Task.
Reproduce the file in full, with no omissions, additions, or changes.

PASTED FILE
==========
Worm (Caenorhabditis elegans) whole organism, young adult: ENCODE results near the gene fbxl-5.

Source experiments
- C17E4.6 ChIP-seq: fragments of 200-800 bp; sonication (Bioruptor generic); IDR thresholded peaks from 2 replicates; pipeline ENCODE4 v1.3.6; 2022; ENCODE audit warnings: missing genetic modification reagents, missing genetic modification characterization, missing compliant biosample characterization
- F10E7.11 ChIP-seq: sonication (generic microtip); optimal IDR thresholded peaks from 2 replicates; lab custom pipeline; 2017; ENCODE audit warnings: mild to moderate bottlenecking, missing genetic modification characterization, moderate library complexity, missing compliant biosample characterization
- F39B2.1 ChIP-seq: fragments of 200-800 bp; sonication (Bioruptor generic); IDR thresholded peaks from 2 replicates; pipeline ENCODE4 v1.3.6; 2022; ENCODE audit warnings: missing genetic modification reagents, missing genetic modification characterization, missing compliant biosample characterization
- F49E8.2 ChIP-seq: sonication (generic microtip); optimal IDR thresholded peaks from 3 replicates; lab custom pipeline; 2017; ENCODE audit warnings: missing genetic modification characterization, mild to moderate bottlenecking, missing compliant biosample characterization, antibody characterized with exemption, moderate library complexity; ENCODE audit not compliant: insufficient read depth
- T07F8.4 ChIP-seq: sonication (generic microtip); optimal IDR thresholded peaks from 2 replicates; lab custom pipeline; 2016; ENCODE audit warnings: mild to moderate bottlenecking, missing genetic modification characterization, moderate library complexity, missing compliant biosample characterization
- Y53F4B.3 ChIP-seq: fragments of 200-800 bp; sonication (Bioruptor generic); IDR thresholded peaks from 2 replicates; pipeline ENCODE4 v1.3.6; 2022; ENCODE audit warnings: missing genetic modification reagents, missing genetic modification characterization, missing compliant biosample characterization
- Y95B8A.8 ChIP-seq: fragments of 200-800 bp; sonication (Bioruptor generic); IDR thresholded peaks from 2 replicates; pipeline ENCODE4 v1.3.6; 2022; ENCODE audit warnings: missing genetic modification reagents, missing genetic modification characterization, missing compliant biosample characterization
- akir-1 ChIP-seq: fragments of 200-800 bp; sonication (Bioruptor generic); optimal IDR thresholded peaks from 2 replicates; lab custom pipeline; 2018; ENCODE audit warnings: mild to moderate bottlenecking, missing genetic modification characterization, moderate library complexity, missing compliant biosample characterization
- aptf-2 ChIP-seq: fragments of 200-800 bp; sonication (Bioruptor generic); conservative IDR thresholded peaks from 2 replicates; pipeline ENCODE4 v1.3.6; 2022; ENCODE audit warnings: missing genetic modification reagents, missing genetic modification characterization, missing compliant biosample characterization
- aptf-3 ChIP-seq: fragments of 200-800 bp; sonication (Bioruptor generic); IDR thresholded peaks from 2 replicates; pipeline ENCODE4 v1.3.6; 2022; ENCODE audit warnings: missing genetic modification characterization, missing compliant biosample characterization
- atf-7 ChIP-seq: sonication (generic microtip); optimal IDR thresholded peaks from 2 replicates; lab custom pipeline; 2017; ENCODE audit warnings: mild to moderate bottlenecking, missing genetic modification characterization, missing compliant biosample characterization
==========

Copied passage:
Worm (Caenorhabditis elegans) whole organism, young adult: ENCODE results near the gene fbxl-5.

Source experiments
- C17E4.6 ChIP-seq: fragments of 200-800 bp; sonication (Bioruptor generic); IDR thresholded peaks from 2 replicates; pipeline ENCODE4 v1.3.6; 2022; ENCODE audit warnings: missing genetic modification reagents, missing genetic modification characterization, missing compliant biosample characterization
- F10E7.11 ChIP-seq: sonication (generic microtip); optimal IDR thresholded peaks from 2 replicates; lab custom pipeline; 2017; ENCODE audit warnings: mild to moderate bottlenecking, missing genetic modification characterization, moderate library complexity, missing compliant biosample characterization
- F39B2.1 ChIP-seq: fragments of 200-800 bp; sonication (Bioruptor generic); IDR thresholded peaks from 2 replicates; pipeline ENCODE4 v1.3.6; 2022; ENCODE audit warnings: missing genetic modification reagents, missing genetic modification characterization, missing compliant biosample characterization
- F49E8.2 ChIP-seq: sonication (generic microtip); optimal IDR thresholded peaks from 3 replicates; lab custom pipeline; 2017; ENCODE audit warnings: missing genetic modification characterization, mild to moderate bottlenecking, missing compliant biosample characterization, antibody characterized with exemption, moderate library complexity; ENCODE audit not compliant: insufficient read depth
- T07F8.4 ChIP-seq: sonication (generic microtip); optimal IDR thresholded peaks from 2 replicates; lab custom pipeline; 2016; ENCODE audit warnings: mild to moderate bottlenecking, missing genetic modification characterization, moderate library complexity, missing compliant biosample characterization
- Y53F4B.3 ChIP-seq: fragments of 200-800 bp; sonication (Bioruptor generic); IDR thresholded peaks from 2 replicates; pipeline ENCODE4 v1.3.6; 2022; ENCODE audit warnings: missing genetic modification reagents, missing genetic modification characterization, missing compliant biosample characterization
- Y95B8A.8 ChIP-seq: fragments of 200-800 bp; sonication (Bioruptor generic); IDR thresholded peaks from 2 replicates; pipeline ENCODE4 v1.3.6; 2022; ENCODE audit warnings: missing genetic modification reagents, missing genetic modification characterization, missing compliant biosample characterization
- akir-1 ChIP-seq: fragments of 200-800 bp; sonication (Bioruptor generic); optimal IDR thresholded peaks from 2 replicates; lab custom pipeline; 2018; ENCODE audit warnings: mild to moderate bottlenecking, missing genetic modification characterization, moderate library complexity, missing compliant biosample characterization
- aptf-2 ChIP-seq: fragments of 200-800 bp; sonication (Bioruptor generic); conservative IDR thresholded peaks from 2 replicates; pipeline ENCODE4 v1.3.6; 2022; ENCODE audit warnings: missing genetic modification reagents, missing genetic modification characterization, missing compliant biosample characterization
- aptf-3 ChIP-seq: fragments of 200-800 bp; sonication (Bioruptor generic); IDR thresholded peaks from 2 replicates; pipeline ENCODE4 v1.3.6; 2022; ENCODE audit warnings: missing genetic modification characterization, missing compliant biosample characterization
- atf-7 ChIP-seq: sonication (generic microtip); optimal IDR thresholded peaks from 2 replicates; lab custom pipeline; 2017; ENCODE audit warnings: mild to moderate bottlenecking, missing genetic modification characterization, missing compliant biosample characterization